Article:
Background: Resuscitation research requires an exception from informed consent (EFIC). Despite concerns that patients may find EFIC unacceptable, the views and experiences of patients enrolled in an EFIC study are largely unknown.
Methods: The Patients' Experience in Emergency Research (PEER) study was nested within the Rapid Anticonvulsant Medication Prior to Arrival Trial (RAMPART) for pre-hospital treatment of status epilepticus. PEER included 61 EFIC enrollees or their surrogates from 5 sites. Interviews used a structured, interactive guide focusing on acceptance of EFIC enrollment in RAMPART and existing regulatory protections. Simple statistics were generated, and textual data were analyzed for common themes.
Results: 24 enrolled patients and 37 surrogates were successfully interviewed. 49/60 (82%) were glad they or their family member were included in RAMPART; 54/57 (95%) felt research on emergency seizure treatment is important. 43/59 (73%) found their inclusion under EFIC acceptable; 10 (17%) found it unacceptable, and 6 (10%) were neutral. There were no statistically significant interactions between enrollment attitudes and demographic characteristics, though there were trends toward lower acceptance among interviewees who were non-white, less educated, or had prior research experience. The most common concerns related to lack of consent prior to RAMPART enrollment. Positive responses related to perceived medical benefits, recognition of the impracticality of consent, and wanting doctors to do what needs to be done in emergencies. Many participants had difficulty understanding the trial and EFIC.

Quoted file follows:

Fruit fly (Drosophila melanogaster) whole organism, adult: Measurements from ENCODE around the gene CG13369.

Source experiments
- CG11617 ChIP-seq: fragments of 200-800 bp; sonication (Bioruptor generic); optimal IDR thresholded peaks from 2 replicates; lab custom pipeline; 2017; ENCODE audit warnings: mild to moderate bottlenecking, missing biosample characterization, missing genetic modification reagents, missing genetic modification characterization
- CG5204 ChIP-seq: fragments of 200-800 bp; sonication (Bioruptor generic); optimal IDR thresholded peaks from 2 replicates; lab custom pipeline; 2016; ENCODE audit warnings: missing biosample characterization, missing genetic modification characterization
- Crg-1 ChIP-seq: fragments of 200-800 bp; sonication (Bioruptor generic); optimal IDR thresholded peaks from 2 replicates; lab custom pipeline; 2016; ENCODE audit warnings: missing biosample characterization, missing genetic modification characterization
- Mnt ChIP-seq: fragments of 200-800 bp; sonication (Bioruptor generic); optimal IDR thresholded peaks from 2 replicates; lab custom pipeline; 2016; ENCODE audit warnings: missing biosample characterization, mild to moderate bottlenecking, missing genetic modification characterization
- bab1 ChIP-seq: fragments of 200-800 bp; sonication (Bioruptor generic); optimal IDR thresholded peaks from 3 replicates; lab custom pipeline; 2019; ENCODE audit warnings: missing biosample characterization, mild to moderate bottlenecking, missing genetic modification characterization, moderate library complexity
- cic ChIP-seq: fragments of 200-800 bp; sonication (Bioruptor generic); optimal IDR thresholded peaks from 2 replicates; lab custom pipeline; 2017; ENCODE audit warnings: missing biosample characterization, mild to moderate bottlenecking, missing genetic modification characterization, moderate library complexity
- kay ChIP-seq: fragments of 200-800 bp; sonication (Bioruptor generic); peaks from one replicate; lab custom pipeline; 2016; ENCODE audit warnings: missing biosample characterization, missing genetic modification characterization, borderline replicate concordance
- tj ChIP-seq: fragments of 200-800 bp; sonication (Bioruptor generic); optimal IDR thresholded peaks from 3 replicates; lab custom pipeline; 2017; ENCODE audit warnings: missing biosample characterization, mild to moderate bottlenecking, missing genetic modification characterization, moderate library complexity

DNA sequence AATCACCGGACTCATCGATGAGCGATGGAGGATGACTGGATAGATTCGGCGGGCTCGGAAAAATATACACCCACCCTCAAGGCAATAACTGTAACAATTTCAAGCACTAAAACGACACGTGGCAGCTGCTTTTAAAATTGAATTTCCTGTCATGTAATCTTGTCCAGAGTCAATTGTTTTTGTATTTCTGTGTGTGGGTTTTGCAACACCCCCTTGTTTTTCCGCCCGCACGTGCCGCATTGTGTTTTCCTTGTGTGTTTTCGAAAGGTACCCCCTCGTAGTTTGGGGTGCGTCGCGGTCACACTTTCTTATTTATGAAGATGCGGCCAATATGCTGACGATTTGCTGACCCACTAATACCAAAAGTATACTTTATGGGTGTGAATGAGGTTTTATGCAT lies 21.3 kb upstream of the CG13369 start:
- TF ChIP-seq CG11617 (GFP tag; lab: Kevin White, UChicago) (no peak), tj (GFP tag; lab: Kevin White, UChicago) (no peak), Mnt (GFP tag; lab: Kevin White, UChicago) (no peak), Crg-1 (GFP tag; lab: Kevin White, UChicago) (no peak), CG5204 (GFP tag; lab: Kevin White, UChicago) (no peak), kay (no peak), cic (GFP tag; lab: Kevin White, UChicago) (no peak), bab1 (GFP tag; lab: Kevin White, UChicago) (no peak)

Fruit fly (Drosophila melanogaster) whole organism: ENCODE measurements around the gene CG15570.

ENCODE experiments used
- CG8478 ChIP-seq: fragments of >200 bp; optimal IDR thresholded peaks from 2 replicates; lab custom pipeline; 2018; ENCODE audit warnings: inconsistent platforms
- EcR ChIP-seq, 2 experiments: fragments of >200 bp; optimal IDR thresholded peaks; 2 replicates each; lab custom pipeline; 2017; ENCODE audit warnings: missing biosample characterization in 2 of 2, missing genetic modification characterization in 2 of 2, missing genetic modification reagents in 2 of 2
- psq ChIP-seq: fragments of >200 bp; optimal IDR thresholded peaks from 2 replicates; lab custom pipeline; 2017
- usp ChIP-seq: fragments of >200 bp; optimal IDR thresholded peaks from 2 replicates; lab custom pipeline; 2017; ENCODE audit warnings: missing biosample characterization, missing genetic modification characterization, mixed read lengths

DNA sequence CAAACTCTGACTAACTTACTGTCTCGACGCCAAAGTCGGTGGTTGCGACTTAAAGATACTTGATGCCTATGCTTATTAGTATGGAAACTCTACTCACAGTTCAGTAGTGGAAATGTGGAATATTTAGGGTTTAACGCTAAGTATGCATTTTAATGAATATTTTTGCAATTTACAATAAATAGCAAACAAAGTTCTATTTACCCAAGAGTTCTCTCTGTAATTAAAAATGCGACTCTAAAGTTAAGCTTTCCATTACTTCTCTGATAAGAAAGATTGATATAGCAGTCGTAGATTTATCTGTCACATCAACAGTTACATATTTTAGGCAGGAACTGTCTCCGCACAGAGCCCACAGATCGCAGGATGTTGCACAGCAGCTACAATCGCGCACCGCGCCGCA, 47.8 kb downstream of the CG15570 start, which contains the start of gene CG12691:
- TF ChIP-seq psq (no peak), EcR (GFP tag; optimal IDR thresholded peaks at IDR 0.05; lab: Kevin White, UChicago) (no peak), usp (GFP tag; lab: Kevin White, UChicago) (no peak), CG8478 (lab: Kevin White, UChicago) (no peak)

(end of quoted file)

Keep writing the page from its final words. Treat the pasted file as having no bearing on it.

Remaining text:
Conclusions: Most subjects had positive views of enrollment, and acceptance generally correlated with results of community consultation studies.
Keywords: Community consultation; Ethics; Research ethics; Research in emergency settings; Resuscitation research.
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